T3 and T4’s role in the brain

There are two different transporters for T3 and T4 into the brain.  One (OATP1c1) transports only T4, the other (MCT8) transports T3 and T4.  T4 is then converted locally to T3 by the D2 deiodinase enzyme.  The total T3 in the brain comes from what was converted locally (from T4), plus what was transported in as T3. [28]

Deiodinase activity is different in specific regions of the brain. Thyroid hormone levels in the brain are kept in tight ranges because the brain requires that stability.  In hyperthyroidism (when T3 levels are too high), D3 expression increases, which increases the T4 to reverse T3 pathway, and D2 expression is suppressed, lowering T4 to T3 conversion.  These two processes work together to lower high T3 levels.  Likewise, in hypothyroidism (when T3 levels are too low), D2 expression is increased, which raises T4 to T3 conversion, to raise T3 levels in the brain.  When someone takes T3-only and no T4, they may lose this important regulatory feature of reverse T3 (to lower high T3 levels), and T3 levels may exceed the brain’s optimal range, since there is no T4 to inactivate.  It’s analogous to running too much voltage through a low-voltage appliance.  This can result in hyperthyroid dementia or fresh amnesia, where recall of events minutes earlier is impaired. [40,59]  I suffered from this fresh amnesia and could not recall things I’d done two minutes earlier.  I was also completely unable to perform simple math in my head, which I do routinely.  My memory and math skills returned once my T3 dose was reduced.  In another case, the person lost their foreign language fluency when they took too much T3.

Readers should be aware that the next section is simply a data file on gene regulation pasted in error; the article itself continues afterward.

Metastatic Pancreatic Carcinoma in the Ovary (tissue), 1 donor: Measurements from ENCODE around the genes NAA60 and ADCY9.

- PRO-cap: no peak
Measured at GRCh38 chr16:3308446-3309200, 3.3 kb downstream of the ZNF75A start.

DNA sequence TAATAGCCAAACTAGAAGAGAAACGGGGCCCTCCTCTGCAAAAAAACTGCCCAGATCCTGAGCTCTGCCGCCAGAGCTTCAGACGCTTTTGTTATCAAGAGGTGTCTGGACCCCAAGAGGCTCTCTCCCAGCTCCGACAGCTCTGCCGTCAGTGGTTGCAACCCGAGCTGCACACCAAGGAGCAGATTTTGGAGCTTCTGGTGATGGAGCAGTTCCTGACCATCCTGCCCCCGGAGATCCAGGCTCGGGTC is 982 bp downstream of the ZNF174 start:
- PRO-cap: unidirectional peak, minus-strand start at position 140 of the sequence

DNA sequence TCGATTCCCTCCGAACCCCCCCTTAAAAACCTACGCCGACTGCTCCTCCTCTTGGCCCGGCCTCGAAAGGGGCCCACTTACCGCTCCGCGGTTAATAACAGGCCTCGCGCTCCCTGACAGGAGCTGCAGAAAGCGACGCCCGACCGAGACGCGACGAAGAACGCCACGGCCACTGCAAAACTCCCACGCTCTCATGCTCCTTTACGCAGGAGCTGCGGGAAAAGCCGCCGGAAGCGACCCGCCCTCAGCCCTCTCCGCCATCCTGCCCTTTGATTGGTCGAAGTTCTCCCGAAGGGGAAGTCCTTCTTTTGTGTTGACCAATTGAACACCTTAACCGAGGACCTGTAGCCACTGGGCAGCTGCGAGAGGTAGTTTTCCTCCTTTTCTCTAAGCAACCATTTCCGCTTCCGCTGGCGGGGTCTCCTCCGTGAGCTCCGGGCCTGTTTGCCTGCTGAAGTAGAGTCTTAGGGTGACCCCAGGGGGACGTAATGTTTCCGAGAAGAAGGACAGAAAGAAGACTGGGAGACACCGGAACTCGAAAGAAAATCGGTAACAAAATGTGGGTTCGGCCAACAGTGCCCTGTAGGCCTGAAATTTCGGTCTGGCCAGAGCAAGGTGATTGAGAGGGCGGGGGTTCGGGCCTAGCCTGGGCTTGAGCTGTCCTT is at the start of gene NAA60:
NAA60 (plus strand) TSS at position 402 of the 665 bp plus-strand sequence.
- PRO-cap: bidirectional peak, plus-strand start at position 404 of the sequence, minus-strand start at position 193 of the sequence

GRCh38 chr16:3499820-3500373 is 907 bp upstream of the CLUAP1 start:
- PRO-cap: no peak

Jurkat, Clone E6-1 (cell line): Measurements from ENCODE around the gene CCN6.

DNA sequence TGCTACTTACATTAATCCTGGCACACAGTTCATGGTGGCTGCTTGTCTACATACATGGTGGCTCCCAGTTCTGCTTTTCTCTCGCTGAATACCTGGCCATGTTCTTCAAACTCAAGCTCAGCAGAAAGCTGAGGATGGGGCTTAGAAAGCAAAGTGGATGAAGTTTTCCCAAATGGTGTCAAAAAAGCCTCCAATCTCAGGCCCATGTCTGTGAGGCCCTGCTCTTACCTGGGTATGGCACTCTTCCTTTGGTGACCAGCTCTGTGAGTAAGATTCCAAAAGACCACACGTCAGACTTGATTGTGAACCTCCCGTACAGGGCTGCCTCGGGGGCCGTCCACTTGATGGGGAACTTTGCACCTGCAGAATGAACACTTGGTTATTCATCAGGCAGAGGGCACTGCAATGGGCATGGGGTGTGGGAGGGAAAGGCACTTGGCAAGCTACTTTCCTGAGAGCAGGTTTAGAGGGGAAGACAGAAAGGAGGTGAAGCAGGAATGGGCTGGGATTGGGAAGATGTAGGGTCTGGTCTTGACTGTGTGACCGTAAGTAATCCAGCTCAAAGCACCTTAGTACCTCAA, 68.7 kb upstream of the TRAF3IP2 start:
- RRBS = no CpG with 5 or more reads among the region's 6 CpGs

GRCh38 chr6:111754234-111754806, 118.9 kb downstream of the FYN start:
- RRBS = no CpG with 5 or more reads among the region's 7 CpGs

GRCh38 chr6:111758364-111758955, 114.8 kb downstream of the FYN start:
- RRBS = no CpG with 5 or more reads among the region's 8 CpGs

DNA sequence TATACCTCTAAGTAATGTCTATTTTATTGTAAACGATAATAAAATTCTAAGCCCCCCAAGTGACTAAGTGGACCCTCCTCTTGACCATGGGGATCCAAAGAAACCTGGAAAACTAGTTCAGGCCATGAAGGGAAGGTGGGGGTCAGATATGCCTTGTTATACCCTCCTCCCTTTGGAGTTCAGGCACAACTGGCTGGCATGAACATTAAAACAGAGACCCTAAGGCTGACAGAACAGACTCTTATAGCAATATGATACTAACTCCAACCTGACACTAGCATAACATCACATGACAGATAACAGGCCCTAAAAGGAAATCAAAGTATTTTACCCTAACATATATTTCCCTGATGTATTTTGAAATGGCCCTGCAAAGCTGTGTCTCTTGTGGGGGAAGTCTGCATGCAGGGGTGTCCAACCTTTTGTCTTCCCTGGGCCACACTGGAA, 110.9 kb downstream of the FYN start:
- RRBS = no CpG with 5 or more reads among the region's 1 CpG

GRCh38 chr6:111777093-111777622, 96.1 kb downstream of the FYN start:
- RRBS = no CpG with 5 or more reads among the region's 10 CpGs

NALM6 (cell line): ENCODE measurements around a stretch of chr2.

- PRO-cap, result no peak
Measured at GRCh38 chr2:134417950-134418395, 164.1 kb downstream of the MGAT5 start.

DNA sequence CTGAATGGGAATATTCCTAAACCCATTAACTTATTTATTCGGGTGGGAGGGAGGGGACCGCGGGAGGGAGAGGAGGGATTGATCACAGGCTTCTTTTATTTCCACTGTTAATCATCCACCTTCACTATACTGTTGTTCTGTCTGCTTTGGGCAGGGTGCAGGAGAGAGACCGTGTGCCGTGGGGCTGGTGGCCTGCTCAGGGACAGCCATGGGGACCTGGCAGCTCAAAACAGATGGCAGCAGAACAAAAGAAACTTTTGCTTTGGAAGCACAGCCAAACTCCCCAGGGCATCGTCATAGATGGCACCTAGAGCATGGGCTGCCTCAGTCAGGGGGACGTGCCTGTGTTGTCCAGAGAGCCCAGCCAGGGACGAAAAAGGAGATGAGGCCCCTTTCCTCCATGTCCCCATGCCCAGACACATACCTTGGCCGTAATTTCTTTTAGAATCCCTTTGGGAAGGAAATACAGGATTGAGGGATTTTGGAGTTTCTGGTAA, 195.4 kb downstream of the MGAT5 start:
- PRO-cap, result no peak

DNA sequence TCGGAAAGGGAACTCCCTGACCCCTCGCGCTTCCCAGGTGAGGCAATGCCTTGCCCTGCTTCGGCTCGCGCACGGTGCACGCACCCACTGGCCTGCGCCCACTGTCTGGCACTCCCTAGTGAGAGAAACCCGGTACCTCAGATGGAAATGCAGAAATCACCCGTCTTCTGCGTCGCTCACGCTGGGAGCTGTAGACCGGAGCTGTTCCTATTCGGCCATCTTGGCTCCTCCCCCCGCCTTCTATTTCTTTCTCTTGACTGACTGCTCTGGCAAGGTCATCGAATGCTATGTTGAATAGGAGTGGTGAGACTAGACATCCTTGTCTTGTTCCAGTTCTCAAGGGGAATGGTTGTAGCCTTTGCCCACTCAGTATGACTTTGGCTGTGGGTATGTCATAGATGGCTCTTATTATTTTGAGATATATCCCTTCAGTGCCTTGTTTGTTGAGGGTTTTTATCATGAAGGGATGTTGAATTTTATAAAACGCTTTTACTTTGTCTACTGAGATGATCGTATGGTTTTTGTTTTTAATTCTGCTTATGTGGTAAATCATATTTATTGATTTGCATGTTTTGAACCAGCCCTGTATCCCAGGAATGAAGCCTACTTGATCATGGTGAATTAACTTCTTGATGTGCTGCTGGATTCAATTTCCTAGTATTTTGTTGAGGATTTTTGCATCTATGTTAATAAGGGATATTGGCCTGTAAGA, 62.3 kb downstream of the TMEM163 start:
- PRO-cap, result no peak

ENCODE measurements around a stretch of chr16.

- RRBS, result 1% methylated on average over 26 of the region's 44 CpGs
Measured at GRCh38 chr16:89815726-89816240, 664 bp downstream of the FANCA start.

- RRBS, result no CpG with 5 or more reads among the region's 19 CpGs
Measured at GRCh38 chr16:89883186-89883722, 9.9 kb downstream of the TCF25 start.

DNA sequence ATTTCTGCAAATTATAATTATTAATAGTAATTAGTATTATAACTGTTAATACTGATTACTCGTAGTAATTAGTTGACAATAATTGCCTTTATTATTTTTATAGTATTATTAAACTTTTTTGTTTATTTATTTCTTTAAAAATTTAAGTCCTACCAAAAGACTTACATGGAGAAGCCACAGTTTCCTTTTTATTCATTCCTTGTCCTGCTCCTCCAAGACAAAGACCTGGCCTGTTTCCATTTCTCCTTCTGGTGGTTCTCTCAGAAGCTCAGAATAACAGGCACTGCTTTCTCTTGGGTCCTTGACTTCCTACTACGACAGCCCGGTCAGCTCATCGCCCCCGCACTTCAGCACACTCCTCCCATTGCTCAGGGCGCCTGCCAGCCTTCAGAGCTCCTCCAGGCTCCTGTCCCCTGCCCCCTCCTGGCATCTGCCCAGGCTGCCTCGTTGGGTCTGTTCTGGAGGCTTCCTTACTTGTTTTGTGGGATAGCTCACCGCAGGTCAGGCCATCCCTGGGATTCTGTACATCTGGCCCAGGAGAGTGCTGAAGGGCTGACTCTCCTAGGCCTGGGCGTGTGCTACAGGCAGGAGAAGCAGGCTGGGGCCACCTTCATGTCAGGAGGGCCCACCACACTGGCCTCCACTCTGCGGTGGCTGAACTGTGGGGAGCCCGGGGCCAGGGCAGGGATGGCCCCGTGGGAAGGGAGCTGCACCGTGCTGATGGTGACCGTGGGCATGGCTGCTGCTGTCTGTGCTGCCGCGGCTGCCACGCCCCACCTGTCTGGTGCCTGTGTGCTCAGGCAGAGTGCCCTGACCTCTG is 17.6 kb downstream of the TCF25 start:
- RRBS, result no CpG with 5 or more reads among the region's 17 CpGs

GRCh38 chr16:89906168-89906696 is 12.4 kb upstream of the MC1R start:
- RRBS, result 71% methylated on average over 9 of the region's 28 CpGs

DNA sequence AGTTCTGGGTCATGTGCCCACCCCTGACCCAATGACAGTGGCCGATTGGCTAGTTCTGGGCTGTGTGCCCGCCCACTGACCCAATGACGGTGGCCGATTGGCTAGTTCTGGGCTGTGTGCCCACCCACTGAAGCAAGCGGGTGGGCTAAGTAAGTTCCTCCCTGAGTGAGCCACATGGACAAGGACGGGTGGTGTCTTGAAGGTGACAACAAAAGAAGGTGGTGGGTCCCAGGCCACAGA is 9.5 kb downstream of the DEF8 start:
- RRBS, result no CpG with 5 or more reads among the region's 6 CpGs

A study of rats treated with T3 supports these observations. After T3 treatment, their brains showed a 50% decrease in specific membranes of the cerebral cortex, which is the part of the brain involved with memory, attention, and language. [62]

Thyroid hormone levels of healthy women (all thyroid labs within normal range) were analyzed for any correlation of their performance in neuropsychological tests to their thyroid levels.  High Free T3 levels were positively associated with slower completion times for certain cognitive tests; in other words, the higher the Free T3, the longer it took the subject to complete three tests.  In Trail Making Test-A, subjects draw a line connecting numbered circles, which are randomly placed on the page.  In other words, after finding circle 1, they draw a line to circle 2, etc. until they reach circle 25.  In Trail Making Test-B, subjects have to connect both numbers and letters in order:  1-A-2-B-3-C etc.  This test can cause extreme confusion and will take longer to complete if the brain isn’t working correctly.  The third test that subjects with high Free T3 took longer to complete is the Tower of London test.  In this test, subjects rearrange stacked, colored beads on three posts into a new configuration they’re shown.  A bead that was formerly on the bottom of a post in the old configuration may need to be on the top of a different post in the new configuration. Getting the beads in the correct order involves thought and planning.  Because high Free T3 was consistently correlated with slower performance test times, the authors concluded that elevations in thyroid hormones (within the normal range) may negatively affect frontal cortex executive functions in the brain, where memory, attention and language are located. [65]